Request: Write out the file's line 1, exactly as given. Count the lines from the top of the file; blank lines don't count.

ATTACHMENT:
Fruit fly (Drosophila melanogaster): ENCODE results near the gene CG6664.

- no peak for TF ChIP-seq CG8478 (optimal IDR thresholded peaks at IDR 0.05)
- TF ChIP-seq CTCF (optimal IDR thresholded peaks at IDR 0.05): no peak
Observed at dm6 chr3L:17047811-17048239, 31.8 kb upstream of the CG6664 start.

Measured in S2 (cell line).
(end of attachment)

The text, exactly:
Fruit fly (Drosophila melanogaster): ENCODE results near the gene CG6664.